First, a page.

Bewitching primitivism – Shinto
Have you ever played Neverwinter Nights 2 with a spirit shaman? If you did, than you know what Shinto is mostly about: spirits, nature and mortals.
The old Japanese religion with basically an infinite number of deities or gods (kami) that are omnipresent (they still have power restrictions like in comics though) and live in nature and our surroundings. They go as far as having a kami for the toilet seat….wow. Shinto is all about community, nature and harmony between these elements, with special emphasis on purity and righteousness. In Shinto, what’s peculiar, female goddess are not segregated and they are on equal footing with males… they can be even more vicious.
Let’s enlist the most important Shinto terms:
- Kami – god in shintoism.
- Jinja – Shinto temple.
- Omiya – Shinto shrine.
- “Nigimi-tama” and “arami-tama” – represent the gentle and aggressive part of kami’s soul.
- Yurei – Japanese ghosts that are usually followed by eerie pair of flames or will o’wisps with foreboding colors: green, blue etc.
- Yokai – we classify them as demons or powerful creatures like the famous kitsune.
- Goryo – vengeful ghosts that exist to chase and kill their target.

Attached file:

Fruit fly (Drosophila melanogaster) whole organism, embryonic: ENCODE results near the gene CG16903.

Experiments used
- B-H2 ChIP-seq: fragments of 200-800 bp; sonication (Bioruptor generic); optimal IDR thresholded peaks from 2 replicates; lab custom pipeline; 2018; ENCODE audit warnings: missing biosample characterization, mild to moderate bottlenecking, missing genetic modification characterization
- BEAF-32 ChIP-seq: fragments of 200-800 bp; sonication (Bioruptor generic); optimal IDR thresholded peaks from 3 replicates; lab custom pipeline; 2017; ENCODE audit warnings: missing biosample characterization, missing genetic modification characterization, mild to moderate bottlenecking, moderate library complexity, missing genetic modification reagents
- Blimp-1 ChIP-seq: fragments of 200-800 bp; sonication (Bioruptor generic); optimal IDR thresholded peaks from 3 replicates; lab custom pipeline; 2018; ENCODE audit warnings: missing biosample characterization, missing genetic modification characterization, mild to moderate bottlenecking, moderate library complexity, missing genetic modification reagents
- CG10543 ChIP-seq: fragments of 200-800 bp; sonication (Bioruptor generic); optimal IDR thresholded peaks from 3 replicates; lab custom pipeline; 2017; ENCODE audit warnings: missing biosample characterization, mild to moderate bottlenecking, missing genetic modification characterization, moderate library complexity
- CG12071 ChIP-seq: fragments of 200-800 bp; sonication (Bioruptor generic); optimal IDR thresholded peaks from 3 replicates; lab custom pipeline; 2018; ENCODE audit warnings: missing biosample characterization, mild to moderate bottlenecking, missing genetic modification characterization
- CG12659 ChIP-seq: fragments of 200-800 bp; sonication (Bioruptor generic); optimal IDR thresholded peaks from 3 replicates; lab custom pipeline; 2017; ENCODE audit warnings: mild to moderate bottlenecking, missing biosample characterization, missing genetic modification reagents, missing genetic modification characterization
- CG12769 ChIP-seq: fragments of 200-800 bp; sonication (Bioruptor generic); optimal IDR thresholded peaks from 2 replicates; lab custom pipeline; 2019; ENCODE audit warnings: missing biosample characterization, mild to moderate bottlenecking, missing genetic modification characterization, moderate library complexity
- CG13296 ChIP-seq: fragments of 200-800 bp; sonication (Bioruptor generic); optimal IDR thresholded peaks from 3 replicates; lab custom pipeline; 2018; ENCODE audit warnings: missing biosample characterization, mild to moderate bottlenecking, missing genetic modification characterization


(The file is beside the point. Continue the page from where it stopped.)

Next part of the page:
- Magatama – comma shaped beads, around who there are still mysteries.
- Ofuda – ward for protection against malicious spirits.
When we look into it deeper, Shinto beings aren’t so unique as they seem – the “true” demons are called “oni”, “obake” is a shape shifter that grows in power with every transformation and true yokai ( or elemental yokai how I call them) are beings of nature and its elements. When we add yurei to this mélange, you get the complete, four-leveled yokai group. Even spirits that live in abandoned and secluded places are similar to Western wraiths.
Shinto mythology and its tradition is heavily popularized today in every medium and art – just look for anime nonsense that deals with Shinto and you’ll get the picture. The self-proclaimed experts that educated themselves in Inuyashas tend to be annoying and unbearably loud, while coloring their fingernails even if they are supposed to be male. Japanese horror genre is simply loaded with references to Shinto tradition and worldview.
However, a more “mature” theme when comes to Shinto is the emergence of State Shinto that worshipped the Emperor as a living god and saw Japan as a land of gods and a superior race. This topic is polite to be silent of because it brought ruination and misery to Japan after and during the WWII. It has a sinister method to its insanity – the descendants of the first Japanese emperors are the offspring of Amaterasu, supreme goddess of sun and thereby their legitimacy as well as rule is undisputable. A really good divine excuse for fascism and manslaughter.